Streaming & Over-the-Top TV Buying Guide

A Review of The Pros and Cons of Internet TV

For nearly two decades now, progressive and forward-looking companies have been trying to bridge the gap between traditional pay TV and true TV streaming. The biggest roadblock had always been the technological hurdles involved with compressing high quality HD into an internet connection. With massive improvements in fiber optics and throughput, internet TV started to come into its own in early 2010. While it comes in various forms, internet TV can broken up into two main categories: content providers and streaming devices.

Streaming: Content Providers

These are the non-devices which provide you with a specific service of programming. A few of the more popular include: Netflix, Sling TV, Amazon Video (which has its own device as well), Hulu and YouTube. A mix of free and pay, there's no denying the explosive growth here; Netflix ($7.99-$11.99/mo) has grown to over 83 million worldwide users while Hulu (also $7.99-$11.99/mo) has eclipsed 12 million. YouTube (Red: $7.99/mo) has evolved into user-generated haven, home to millenials and the tech-savvy alike...many of which are using it as their only source of "TV entertainment".

Streaming Devices

While most households still subscribe to cable or satellite TV, a growing number are cutting the cord and going straight to over-the-top, internet TV. The biggest upside here is cost. Most streaming devices go for under $50 and if all you want is basic TV coverage most apps can be installed free of charge. The biggest downside? Lack of free live TV. If WWIII breaks out or hurricane is en route, you maaay not be the first to know :). Live TV (particularly local news and ANY sports match-up) require an additional monthly charge. However, new pay-per-channel(s) services like Sling TV are helping to fill that void with relatively inexpensive live TV plans (25+ live channels for $20/mo).

We've put just about every mass market streaming unit to the test and, as of this publication, our handful of favorites include: Roku, Amazon Fire TV, Apple TV, TiVo BOLT and the Roku Stick. Each fill their own niche and do so impressively well. In the table below, we stack the five side-by-side and rank each based on our key categories. If you'd like to check out our full reviews on each, jump down a bit further below.

Streaming Device Comparison

Category
Roku 4
Amazon Fire TV
Apple TV 4
TiVo BOLT
NVIDIA SHIELD
TrueCost
(approx. sale price)
$115
$100
32 GB: $149 64 GB: $199
$170
16 GB: $199 500 GB: $299
Processor
Quad-core
Quad-core
A8 chip (64 bit)
Broadcom BCM7449
NVIDIA Tegra X1
DVR Capacity
(if applicable)
Streamer only (no DVR)
2 GB
32 GB - 64 GB
500 GB - 1,000 GB
16 GB - 500 GB
Max Resolution
4K Ultra HD (compatible TV required)
4K Ultra HD
1080p HD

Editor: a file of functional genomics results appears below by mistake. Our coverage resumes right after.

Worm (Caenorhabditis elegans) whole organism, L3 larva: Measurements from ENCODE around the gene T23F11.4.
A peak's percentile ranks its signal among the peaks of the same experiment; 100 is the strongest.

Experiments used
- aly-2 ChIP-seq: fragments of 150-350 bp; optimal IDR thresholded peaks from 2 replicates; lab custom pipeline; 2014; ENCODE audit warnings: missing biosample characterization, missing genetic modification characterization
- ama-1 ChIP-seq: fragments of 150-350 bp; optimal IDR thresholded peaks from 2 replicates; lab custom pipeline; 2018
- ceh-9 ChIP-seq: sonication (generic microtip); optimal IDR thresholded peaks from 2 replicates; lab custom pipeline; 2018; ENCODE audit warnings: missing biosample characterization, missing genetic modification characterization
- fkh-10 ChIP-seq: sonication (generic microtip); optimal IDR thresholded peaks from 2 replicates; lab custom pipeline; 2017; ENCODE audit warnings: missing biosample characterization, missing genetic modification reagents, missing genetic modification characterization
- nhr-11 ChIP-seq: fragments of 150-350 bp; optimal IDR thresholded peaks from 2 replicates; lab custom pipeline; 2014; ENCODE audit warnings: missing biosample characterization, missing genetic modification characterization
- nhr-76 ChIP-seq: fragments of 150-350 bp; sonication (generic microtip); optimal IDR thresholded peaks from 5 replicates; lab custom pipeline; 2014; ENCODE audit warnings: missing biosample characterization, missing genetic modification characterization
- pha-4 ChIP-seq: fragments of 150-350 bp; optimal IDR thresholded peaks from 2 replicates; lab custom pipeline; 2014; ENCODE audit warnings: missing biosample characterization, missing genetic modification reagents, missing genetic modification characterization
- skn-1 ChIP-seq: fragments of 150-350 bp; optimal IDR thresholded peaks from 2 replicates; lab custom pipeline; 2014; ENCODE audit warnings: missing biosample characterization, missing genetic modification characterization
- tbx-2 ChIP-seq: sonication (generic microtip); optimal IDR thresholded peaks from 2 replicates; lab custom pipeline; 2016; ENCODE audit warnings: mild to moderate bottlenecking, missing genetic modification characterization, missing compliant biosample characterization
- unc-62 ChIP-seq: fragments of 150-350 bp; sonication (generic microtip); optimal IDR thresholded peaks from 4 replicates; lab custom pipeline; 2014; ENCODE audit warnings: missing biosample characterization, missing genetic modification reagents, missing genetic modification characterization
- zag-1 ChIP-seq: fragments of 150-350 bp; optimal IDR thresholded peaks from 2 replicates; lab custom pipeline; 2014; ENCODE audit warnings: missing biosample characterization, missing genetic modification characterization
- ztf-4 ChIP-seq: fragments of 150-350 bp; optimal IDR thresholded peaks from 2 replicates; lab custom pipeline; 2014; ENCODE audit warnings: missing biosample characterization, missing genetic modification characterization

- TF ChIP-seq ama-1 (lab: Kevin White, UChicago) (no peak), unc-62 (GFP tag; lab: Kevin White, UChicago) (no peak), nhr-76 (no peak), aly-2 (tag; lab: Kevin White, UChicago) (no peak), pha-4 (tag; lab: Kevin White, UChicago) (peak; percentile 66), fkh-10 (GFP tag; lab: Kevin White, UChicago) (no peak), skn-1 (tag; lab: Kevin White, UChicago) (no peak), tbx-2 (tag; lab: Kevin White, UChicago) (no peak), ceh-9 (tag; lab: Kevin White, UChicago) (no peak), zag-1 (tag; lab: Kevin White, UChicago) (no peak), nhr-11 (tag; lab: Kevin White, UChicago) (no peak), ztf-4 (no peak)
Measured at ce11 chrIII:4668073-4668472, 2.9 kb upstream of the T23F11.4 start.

4K Ultra HD
4K Ultra HD
Voice Support
Yes, but limited (only for search)
Yes (Alexa)
Yes (Siri)
No
Yes
App Support
(seamless integration of top apps)
49/50
48/50
46/50
44/50
45/50
Overall Value
(vs cost and features)
98/100
97/100
95/100
93/100
95/100

Streaming Device Reviews:

All of our comprehensive reports of streaming media units will live right here. As new versions launch, expect an updated report soon thereafter (and a fresh table above).

Roku 3 Roku 3 (2015 version) - Roku is one of the original TV-streaming devices and even as it continues to compete against Apple, Amazon, and Google, in our opinion, Roku still comes out on top. The Roku 3 (new for 2015) has a few extra features that provides a tangible convenience over its predecessors and other TV-streaming devices. For example, this newer model bundles a remote with voice control, a headphone jack for private listening, one-touch app buttons and interactive games with motion control...
Apple TV Apple TV - Apart from the excellent functionality, the most appealing thing about the Apple TV is its pedigree and diversity of features. The small TV-streaming device has really evolved and ironed out most of the kinks from its 1st generation offering (first seen in 2007). One of the biggest improvements of the new Apple TV (released in 2012) is its ability to stream and play 1080p HD movies.
Chromecast Chromecast - Google's Chromecast launched back in 2013 and, with every generation, just keeps getting incrementally better. Starting at $29.99, this plug-and-play streaming device is a solid companion for anyone who wants to stream music, movies, television, and games from their mobile devices to their TV. Over the years, Chromecast has also developed and optimized seamless WiFi connectivity, 1080p support and a plethora of apps to extend its impressive capability.
Nexus Player Google Nexus Player - As a global tech leader, Google has given users plenty to love. From Android phones you can root to your Chromebook to the incredible resolution of Google Maps, they continue to change the way we use technology. Launched in 2014, the Google Nexus Player was intended to take on Roku, Fire TV and a slew of other popular TV streaming units. Read on to see how it stacks up...



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